isobar (redirected from Isobar (meteorology))
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isobar (ī`səbär') or
isobaric line (ī'səbăr`ĭk), line drawn on a weather map through points of equal atmospheric pressure. Isobars are used to define cyclones (low-pressure regions) and anticyclones (high-pressure regions). Weather maps are designed to depict the horizontal pressure distribution across an area of land, but atmospheric pressure also varies vertically, i.e., with altitude. To eliminate any consideration of the vertical variations of pressure, the barometer readings at all stations are reduced to their corresponding sea-level pressures before the isobars are drawn.
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Isobar (nuclear physics)
One of two or more atoms which have a common mass number A but which differ in atomic number Z. Thus, although isobars possess approximately equal masses, they differ in chemical properties; they are atoms of different elements. Isobars whose atomic numbers differ by unity cannot both be stable; one will inevitably decay into the other. See Electron capture, Radioactivity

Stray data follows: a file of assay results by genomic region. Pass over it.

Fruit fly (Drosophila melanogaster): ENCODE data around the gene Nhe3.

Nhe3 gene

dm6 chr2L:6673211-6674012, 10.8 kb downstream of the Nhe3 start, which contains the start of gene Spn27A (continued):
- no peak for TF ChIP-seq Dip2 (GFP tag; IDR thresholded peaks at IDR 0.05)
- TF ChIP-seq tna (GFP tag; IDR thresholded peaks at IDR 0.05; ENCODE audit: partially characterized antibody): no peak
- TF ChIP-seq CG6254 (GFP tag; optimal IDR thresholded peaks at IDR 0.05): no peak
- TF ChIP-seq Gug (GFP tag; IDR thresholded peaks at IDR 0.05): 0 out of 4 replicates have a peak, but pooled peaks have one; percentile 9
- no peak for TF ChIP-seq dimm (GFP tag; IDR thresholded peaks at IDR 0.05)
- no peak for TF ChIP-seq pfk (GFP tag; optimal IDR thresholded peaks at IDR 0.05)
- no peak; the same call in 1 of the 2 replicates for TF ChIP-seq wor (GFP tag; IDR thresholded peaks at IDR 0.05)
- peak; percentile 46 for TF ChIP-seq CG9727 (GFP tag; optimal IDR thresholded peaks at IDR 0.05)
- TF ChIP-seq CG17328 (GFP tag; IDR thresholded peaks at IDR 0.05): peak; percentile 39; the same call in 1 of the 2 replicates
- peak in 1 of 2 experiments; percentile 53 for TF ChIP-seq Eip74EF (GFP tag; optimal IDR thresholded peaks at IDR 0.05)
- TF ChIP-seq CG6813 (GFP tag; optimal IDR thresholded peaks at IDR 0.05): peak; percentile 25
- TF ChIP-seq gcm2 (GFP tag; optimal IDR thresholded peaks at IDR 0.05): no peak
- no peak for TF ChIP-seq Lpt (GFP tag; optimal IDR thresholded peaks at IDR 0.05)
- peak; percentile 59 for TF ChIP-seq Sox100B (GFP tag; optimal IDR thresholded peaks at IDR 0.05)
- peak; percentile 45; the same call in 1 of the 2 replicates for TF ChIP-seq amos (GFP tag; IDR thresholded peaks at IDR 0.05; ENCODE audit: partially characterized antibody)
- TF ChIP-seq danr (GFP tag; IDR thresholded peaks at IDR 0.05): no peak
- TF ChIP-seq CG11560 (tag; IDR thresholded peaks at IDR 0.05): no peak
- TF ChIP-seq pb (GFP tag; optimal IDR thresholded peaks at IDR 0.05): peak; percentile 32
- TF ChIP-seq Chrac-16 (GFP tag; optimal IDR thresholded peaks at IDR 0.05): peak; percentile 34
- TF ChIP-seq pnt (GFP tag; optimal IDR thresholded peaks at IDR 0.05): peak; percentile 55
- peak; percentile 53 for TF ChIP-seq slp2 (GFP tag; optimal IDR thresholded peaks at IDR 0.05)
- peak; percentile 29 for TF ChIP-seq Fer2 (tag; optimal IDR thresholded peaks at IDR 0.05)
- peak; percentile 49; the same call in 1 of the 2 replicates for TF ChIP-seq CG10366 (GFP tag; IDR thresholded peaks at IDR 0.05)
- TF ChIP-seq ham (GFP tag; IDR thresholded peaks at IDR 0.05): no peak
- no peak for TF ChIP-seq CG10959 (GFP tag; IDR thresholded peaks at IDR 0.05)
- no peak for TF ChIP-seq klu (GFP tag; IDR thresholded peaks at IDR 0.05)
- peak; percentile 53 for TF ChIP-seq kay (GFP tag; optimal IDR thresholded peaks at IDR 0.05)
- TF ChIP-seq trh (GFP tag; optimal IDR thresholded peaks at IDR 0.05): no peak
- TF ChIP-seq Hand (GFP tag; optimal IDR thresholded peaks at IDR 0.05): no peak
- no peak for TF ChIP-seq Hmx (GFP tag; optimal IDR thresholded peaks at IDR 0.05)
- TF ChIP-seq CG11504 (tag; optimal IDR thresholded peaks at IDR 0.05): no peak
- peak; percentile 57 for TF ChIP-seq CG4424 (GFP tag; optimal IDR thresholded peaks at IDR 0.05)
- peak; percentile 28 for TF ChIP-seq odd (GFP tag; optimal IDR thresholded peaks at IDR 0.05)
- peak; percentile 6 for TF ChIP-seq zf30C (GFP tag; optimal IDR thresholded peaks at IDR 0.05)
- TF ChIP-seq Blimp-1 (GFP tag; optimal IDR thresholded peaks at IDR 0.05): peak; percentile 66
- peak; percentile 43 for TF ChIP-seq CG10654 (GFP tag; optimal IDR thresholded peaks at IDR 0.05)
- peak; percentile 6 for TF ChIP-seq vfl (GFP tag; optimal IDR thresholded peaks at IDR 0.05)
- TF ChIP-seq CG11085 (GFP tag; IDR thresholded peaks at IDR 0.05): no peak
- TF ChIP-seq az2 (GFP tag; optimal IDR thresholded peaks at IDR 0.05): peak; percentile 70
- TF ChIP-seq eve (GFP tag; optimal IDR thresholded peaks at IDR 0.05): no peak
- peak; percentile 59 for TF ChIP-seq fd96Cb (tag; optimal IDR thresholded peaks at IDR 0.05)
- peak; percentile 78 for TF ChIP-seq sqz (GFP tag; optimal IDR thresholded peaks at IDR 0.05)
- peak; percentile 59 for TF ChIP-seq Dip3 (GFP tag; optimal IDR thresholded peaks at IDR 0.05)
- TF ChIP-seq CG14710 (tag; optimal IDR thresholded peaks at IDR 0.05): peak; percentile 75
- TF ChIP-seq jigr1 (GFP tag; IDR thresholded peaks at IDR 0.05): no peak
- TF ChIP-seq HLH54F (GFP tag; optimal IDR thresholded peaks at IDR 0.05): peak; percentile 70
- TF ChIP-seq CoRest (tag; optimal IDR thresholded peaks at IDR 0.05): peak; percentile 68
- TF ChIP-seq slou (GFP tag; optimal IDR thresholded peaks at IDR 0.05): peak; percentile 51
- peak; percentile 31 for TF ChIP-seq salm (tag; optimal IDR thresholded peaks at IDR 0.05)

McGraw-Hill Concise Encyclopedia of Physics. © 2002 by The McGraw-Hill Companies, Inc.
A line drawn through all points of equal atmospheric pressure along a given reference surface, such as a constant-height surface (notably mean sea level on surface charts), an isentropic surface, or the vertical plan of a synoptic cross section.
One of two or more nuclides having the same number of nucleons in their nuclei but differing in their atomic numbers and chemical properties.
A line connecting points of equal pressure along a given surface in a physical system.
A line connecting points of equal pressure on a graph plotting thermodynamic variables.
McGraw-Hill Dictionary of Scientific & Technical Terms, 6E, Copyright © 2003 by The McGraw-Hill Companies, Inc.
A line on a map or a chart joining places of equal pressure.
An Illustrated Dictionary of Aviation Copyright © 2005 by The McGraw-Hill Companies, Inc. All rights reserved
1. Meteorology a line on a map connecting places of equal atmospheric pressure, usually reduced to sea level for purposes of comparison, at a given time or period
2. Physics any of two or more atoms that have the same mass number but different atomic numbers
Collins Discovery Encyclopedia, 1st edition © HarperCollins Publishers 2005